Mental well-being of teachers working at home during the COVID-19 pandemic

Authors

  • Dzenana Husremović Department of Psychology, Faculty of Philosophy, University of Sarajevo, Sarajevo, Bosnia and Herzegovina
  • Hana Sarajlić Department of Psychology, Faculty of Philosophy, University of Zenica, Zenica, Bosnia and Herzegovina https://orcid.org/0009-0001-2271-9337

DOI:

https://doi.org/10.17532/jhsci.2022.2261

Keywords:

Pandemic, well-being, motivation, working from home, physical and psychosocial factors

Abstract

Introduction: Teachers in Bosnia and Herzegovina had insufficient skills in educational technology but had to lead the introduction of online teaching and adapt all aspects of the educational process to the online environment, which placed a great burden on them. The main objective of this research was to identify the challenges faced by teachers during the lockdown period. The sudden shift to online teaching, lack of preparation, and social isolation resulted in significant changes in job demands, perceived control, and social support in the workplace.

Methods: A correlational study was conducted with a sample of 345 employees in the education sector in Bosnia and Herzegovina. Descriptive analysis, multiple regression analysis, and t-tests were performed using SPSS version 20.0.

Results: The results indicate that teachers who did not have adequate workspace at home experienced greater workload but remained highly motivated. High job demands and low social support at work are associated with increased stress and decreased psychophysical functioning, while higher social support is associated with higher life satisfaction. In addition, higher job demands and stronger social support were related to greater intrinsic and extrinsic motivation at work.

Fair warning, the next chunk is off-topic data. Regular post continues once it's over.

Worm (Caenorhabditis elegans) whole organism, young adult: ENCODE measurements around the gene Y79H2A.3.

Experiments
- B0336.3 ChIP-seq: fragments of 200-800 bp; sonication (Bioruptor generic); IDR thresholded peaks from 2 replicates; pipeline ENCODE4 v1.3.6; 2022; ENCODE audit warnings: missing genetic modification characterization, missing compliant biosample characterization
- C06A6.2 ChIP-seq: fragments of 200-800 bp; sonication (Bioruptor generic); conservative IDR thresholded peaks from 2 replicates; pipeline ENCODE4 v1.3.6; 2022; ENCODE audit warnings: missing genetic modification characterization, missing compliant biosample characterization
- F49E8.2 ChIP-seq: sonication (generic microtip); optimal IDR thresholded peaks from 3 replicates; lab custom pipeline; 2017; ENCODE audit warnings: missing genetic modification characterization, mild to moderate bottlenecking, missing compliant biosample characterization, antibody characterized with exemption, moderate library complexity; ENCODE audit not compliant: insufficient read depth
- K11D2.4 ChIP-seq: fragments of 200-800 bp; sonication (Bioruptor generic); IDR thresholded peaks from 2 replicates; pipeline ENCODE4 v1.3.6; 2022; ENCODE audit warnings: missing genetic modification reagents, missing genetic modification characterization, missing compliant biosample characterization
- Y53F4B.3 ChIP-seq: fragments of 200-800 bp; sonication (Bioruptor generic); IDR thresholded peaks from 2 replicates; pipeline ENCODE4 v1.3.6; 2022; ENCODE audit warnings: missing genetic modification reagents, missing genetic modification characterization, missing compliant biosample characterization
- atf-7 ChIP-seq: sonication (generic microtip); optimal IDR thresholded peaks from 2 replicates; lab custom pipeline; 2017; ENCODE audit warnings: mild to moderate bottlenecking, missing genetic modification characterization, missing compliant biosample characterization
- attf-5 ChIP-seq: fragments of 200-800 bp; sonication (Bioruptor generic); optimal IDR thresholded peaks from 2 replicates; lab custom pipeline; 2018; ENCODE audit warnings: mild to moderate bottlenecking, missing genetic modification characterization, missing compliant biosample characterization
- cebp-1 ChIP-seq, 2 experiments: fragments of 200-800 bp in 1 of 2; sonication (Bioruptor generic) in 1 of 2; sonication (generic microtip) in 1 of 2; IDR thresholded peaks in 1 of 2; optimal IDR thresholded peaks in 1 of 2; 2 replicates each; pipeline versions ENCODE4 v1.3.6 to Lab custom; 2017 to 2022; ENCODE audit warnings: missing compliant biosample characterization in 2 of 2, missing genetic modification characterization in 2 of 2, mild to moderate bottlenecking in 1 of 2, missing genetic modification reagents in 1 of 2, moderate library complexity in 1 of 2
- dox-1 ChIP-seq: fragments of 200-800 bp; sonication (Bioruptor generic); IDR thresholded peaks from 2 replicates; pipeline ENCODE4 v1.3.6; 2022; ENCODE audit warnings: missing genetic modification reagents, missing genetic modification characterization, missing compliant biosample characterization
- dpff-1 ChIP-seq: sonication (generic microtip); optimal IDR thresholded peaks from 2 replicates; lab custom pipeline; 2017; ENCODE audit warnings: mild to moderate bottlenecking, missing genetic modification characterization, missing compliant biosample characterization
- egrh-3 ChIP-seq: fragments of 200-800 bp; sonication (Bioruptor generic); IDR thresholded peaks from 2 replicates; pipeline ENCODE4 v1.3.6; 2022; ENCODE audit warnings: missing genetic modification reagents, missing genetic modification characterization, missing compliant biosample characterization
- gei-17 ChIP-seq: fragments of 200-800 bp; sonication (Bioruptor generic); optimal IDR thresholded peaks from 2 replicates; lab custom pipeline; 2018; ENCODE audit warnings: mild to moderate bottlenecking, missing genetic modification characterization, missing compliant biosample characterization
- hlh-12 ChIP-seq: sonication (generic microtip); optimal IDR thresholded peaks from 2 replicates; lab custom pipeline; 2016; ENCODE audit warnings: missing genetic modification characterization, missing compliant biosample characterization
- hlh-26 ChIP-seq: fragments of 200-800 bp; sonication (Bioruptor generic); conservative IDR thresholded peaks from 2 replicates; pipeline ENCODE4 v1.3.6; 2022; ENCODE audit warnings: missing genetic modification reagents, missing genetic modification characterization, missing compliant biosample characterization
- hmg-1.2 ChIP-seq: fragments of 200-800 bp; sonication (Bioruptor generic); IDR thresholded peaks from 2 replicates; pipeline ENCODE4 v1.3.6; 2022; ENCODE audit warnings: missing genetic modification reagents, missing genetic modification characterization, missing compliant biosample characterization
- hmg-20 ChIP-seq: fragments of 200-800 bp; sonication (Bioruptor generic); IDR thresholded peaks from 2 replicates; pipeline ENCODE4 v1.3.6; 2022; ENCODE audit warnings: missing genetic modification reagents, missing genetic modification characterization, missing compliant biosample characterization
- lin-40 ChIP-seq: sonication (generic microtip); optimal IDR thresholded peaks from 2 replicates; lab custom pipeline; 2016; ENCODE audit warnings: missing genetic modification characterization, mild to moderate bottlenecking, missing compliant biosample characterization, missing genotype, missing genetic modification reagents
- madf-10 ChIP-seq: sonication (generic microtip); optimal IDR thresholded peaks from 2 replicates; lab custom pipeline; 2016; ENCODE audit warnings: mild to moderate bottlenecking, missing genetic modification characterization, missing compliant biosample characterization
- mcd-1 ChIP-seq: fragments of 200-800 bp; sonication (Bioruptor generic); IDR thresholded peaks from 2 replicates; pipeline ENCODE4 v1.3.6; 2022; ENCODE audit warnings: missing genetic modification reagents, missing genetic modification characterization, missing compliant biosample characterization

Conclusion: Results show that teachers lacking proper home workspaces reported their work as notably more demanding and stress-inducing, with a reported decline in their overall psychophysical well-being. Moreover, they expressed a reduced sense of control over their work, diminished social support, and lower levels of life satisfaction. These findings provide a valuable foundation for developing recommendations to address crisis situations in education, particularly when teachers transition from physical classrooms to virtual spaces, which is also important for online teaching and learning in typical times.

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Published

2023-12-30

How to Cite

Husremović, D., & Sarajlić, H. . (2023). Mental well-being of teachers working at home during the COVID-19 pandemic . Journal of Health Sciences, 13(3), 168–176. https://doi.org/10.17532/jhsci.2022.2261

Issue

Section

Research articles